Availability of data and materials

The datasets used and/or analyzed during the current study are available from the corresponding author on reasonable request.



Amhara National Regional State Plan Commission


Center for Research on the Epidemiology of Disaster


Intergovernmental Panel on Climate Change


Mann Kendal


National Meteorological Service Agency


Palmer Drought Severity Index


Standardized Precipitation Index


South Wollo Agriculture Department


United Nations Environmental Program


World Food Program


World Meteorological Organization


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We are grateful to the Ethiopian National Meteorological Agency-East Amhara Meteorological service center (Kombolcha) for providing us the monthly rainfall data. We are also indebted to the two anonymous reviewers for their insightful and thoughtful feedback for further improvement of the manuscript.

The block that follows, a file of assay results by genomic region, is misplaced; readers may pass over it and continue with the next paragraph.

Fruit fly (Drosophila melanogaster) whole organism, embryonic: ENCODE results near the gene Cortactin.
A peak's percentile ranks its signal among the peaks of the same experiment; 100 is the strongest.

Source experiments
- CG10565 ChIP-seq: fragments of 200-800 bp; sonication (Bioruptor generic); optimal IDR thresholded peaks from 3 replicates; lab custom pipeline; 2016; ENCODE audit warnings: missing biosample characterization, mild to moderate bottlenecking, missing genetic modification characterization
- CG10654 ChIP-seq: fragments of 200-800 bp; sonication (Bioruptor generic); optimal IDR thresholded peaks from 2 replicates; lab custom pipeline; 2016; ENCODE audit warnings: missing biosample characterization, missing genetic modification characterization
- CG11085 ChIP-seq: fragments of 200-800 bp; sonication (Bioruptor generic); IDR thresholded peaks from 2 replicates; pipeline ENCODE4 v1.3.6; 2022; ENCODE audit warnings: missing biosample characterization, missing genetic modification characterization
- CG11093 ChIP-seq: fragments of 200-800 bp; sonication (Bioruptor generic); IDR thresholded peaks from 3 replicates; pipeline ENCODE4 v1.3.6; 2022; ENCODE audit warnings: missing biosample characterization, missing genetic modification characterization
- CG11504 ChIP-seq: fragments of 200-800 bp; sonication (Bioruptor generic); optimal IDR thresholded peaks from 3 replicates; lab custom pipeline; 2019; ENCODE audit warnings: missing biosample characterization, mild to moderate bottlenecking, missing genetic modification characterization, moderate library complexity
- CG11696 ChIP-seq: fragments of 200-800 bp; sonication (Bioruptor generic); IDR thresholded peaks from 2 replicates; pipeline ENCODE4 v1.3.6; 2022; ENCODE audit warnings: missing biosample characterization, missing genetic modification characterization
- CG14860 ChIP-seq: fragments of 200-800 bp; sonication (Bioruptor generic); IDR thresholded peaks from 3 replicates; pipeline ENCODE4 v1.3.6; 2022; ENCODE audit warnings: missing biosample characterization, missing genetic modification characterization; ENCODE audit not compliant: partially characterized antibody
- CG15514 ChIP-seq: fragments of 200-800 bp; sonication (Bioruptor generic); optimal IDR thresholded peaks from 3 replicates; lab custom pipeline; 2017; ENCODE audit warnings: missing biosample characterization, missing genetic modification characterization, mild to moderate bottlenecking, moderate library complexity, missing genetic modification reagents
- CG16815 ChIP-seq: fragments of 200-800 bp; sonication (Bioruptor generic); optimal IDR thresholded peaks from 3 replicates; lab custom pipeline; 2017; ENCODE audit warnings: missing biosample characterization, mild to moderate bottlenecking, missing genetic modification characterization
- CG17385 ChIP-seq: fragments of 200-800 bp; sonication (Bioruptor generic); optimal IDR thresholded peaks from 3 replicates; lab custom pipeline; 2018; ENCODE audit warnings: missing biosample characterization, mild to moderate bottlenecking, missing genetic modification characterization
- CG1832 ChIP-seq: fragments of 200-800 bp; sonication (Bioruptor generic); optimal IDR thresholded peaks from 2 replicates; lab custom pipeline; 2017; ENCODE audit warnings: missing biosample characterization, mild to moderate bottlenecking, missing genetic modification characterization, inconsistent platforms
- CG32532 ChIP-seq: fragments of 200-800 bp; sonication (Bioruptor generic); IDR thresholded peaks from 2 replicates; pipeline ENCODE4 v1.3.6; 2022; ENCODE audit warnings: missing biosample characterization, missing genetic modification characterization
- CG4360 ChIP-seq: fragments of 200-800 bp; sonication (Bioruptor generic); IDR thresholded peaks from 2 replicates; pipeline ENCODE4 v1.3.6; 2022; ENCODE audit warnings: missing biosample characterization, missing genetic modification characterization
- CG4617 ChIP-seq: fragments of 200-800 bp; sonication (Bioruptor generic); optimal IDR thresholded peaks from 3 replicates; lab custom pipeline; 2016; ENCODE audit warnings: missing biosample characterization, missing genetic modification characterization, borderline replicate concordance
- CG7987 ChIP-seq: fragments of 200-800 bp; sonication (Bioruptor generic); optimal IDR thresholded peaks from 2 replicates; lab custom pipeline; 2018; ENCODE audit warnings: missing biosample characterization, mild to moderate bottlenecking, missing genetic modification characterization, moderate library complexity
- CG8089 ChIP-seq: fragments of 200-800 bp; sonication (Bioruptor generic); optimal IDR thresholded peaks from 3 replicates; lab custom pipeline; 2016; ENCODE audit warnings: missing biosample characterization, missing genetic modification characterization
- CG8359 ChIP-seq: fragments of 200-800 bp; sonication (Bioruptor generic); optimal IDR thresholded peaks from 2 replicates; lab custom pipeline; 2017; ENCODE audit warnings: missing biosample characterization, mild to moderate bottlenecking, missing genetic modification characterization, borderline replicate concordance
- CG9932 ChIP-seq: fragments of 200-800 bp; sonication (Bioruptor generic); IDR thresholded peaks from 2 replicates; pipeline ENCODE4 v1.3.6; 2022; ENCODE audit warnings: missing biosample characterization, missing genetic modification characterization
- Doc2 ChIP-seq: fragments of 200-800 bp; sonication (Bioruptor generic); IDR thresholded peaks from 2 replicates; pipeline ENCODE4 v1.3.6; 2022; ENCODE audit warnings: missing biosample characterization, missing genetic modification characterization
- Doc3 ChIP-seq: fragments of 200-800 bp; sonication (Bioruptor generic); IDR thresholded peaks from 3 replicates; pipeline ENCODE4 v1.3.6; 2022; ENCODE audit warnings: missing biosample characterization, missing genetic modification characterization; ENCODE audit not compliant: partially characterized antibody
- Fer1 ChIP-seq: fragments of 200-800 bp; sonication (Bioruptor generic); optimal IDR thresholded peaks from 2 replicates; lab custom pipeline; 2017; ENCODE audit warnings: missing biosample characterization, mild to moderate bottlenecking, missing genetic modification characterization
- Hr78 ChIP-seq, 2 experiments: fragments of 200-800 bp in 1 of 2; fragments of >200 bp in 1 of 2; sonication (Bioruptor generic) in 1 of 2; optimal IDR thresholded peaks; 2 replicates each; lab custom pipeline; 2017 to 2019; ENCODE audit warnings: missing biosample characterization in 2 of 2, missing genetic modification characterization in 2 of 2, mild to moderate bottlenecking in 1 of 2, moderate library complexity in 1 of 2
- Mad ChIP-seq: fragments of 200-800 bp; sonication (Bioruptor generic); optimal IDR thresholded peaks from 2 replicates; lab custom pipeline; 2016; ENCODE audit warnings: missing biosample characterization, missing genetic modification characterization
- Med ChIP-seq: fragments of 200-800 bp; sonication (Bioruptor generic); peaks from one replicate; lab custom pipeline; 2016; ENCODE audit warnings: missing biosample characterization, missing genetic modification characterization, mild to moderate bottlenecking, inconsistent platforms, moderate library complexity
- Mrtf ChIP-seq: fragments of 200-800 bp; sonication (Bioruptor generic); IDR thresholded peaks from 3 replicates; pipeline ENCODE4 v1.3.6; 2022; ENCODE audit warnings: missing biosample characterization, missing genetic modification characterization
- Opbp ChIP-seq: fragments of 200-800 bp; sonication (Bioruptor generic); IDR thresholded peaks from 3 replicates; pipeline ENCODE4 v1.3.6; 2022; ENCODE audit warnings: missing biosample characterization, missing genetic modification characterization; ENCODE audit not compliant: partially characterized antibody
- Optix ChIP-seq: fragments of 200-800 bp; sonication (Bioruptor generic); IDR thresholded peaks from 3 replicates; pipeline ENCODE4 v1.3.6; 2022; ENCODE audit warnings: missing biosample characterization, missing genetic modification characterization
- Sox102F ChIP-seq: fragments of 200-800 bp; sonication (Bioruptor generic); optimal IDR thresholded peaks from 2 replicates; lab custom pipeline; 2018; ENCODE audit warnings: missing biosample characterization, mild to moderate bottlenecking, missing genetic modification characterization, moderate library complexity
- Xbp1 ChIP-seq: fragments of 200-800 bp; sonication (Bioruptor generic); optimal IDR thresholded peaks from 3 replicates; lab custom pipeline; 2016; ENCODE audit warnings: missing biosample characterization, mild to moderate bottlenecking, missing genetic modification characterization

The first author is grateful to Bahir Dar and Debremarkos Universities for funding support as part of his PhD study.

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The first author collects and analyzes the data, and wrote the manuscript. All authors read, edit and approved the manuscript.

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Correspondence to Abebe Arega Mekonen.

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Mekonen, A.A., Berlie, A.B. & Ferede, M.B. Spatial and temporal drought incidence analysis in the northeastern highlands of Ethiopia. Geoenviron Disasters 7, 10 (2020).